“The only thing they really ever spent money on, was food… It was one of these things where they weren’t extravagant, they were extremely purposeful about every dollar that they spent,” Banister said. “They basically slept at work, and were your typical startup story of being under the couch. Every time I met with them, the story was, in the very early stages was about the same for the first couple years, which was, we’re scraping Craigslist, we’re starting to get some traction.”

The idea of powering a Craigslist replacement with more of a marketplace model was something that appealed to Thumbtack’s earliest investor and champion, the serial entrepreneur and angel investor Jason Calcanis.

Thumbtack chief executive Marco Zappacosta

“I remember like it was yesterday when Marco showed me Thumbtack and I looked at this and I said, ‘So, why are you building this?’ And he said, ‘Well, if you go on Craigslist, you know, it’s like a crap shoot. You post, you don’t know. You read a post… you know… you don’t know how good the person is. There’re no reviews.’” Calcanis said. “He had made a directory. It wasn’t the current workflow you see in the app — that came in year three I think. But for the first three years, he built a directory. And he showed me the directory pages where he had a photo of the person, the services provided, the bio.”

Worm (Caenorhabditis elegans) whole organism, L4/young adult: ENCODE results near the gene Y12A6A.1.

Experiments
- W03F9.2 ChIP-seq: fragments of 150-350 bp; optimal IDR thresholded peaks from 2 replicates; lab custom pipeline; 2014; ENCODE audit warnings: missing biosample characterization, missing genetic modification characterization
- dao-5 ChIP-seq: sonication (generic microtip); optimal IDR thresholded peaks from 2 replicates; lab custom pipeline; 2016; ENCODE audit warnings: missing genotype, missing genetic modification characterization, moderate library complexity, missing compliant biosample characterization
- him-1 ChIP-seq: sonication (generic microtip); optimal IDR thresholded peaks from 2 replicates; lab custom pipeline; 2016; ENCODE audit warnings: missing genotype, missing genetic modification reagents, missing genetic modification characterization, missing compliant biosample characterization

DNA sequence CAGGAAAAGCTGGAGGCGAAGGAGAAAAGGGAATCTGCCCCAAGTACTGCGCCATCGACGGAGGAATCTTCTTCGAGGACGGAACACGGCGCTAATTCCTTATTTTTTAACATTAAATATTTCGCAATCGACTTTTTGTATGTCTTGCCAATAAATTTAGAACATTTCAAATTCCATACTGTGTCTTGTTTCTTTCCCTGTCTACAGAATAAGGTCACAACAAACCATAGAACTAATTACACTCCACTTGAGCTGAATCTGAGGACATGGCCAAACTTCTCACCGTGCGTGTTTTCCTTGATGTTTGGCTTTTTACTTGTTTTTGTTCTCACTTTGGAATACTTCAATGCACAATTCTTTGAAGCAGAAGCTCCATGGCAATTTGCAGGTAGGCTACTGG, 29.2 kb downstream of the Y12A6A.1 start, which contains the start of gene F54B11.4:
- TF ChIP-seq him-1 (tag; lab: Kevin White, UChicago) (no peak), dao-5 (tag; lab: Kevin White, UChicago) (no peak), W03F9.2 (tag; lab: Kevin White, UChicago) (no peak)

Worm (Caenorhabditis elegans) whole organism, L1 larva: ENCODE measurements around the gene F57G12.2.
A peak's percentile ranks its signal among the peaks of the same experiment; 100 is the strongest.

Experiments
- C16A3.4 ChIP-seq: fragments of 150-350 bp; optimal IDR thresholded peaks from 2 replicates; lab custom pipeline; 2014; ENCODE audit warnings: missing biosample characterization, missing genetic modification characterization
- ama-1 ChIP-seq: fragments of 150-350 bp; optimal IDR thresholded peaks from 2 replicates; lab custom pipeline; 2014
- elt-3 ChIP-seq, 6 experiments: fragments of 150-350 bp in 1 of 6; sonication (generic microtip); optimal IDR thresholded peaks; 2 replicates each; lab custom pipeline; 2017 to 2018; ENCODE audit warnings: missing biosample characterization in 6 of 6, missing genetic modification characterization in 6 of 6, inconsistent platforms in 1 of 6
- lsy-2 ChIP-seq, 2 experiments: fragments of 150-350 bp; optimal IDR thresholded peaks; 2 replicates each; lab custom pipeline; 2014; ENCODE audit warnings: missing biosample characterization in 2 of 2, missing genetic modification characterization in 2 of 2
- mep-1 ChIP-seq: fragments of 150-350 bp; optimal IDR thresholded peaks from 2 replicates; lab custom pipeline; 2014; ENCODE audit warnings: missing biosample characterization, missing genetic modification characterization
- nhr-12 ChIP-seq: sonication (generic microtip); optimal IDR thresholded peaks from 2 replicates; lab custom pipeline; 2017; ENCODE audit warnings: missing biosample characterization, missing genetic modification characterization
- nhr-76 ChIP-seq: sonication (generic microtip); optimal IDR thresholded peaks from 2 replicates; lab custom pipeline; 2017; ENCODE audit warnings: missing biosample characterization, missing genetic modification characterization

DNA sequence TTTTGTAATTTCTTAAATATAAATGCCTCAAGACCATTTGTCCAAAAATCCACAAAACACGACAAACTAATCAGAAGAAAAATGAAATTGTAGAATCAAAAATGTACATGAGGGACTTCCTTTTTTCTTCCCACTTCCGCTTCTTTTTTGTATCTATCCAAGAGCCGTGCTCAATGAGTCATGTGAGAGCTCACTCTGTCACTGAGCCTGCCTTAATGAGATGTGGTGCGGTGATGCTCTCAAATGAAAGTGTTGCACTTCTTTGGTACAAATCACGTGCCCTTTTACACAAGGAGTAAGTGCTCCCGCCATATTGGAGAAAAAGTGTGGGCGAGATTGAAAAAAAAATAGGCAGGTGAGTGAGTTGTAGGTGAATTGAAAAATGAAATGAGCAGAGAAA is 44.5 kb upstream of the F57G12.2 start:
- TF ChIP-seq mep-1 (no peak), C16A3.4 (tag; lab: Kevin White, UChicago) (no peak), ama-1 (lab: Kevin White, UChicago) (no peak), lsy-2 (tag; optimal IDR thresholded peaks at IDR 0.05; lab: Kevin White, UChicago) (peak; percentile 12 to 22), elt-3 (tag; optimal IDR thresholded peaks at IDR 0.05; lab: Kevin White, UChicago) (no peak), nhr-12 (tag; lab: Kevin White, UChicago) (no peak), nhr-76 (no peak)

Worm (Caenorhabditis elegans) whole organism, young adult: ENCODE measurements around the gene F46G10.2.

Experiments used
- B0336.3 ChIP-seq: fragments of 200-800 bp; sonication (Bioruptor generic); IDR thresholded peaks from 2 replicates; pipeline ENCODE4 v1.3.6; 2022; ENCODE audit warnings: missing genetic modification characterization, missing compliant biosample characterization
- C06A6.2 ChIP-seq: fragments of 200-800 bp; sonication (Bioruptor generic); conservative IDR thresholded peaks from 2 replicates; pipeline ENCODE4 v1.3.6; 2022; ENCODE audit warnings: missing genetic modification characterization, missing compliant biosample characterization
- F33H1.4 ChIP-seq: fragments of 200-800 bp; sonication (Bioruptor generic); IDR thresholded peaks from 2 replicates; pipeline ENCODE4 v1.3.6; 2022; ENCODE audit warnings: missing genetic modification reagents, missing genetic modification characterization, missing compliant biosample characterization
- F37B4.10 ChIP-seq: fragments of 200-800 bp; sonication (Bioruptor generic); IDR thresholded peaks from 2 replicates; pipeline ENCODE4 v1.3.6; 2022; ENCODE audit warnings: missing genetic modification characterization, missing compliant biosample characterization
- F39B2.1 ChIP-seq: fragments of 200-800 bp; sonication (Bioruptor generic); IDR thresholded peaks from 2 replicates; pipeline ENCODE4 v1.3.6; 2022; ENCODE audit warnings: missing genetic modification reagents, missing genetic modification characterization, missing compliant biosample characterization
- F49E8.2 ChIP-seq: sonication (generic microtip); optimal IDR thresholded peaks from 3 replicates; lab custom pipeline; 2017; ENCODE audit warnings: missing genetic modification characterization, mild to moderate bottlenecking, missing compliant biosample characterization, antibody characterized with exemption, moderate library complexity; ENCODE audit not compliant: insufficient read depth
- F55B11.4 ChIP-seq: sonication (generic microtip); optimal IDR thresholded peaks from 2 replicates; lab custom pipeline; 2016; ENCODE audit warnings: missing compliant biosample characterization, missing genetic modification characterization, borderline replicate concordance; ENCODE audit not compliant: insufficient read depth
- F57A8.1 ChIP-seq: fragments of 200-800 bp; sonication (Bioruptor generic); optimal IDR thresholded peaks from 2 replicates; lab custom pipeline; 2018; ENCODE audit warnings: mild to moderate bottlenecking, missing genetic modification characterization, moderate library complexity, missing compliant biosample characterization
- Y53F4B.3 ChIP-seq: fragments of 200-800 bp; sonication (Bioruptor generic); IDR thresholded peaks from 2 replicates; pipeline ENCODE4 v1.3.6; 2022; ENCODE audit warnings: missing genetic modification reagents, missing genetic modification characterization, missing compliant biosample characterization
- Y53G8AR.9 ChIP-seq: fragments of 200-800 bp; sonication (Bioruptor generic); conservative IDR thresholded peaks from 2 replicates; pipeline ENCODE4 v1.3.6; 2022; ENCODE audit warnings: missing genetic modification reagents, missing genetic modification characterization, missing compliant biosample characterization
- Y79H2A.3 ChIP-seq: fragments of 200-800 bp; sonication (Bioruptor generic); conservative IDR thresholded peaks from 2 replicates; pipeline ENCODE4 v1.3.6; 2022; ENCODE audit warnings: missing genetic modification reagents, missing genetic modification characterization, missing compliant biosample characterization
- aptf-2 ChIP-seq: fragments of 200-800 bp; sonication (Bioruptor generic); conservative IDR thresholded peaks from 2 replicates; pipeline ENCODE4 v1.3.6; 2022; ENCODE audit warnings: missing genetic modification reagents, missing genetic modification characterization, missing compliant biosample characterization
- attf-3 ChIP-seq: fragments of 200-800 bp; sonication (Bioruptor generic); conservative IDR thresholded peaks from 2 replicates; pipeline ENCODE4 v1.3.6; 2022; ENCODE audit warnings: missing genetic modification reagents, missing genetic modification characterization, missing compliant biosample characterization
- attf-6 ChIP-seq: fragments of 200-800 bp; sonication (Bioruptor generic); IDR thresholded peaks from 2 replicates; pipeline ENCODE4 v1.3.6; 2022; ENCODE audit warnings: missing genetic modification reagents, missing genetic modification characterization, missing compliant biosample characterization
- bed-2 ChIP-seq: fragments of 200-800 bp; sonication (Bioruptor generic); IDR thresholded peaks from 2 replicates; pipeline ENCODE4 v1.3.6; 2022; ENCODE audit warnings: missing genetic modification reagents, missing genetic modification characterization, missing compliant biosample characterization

The first three years were spent developing a list of vendors that the company had verified with a mailing address, a license, and a certificate of insurance for people who needed some kind of service. Those three features were all Calcanis needed to validate the deal and pull the trigger on an initial investment.

“That’s when I figured out my personal thesis of angel investing,” Calcanis said.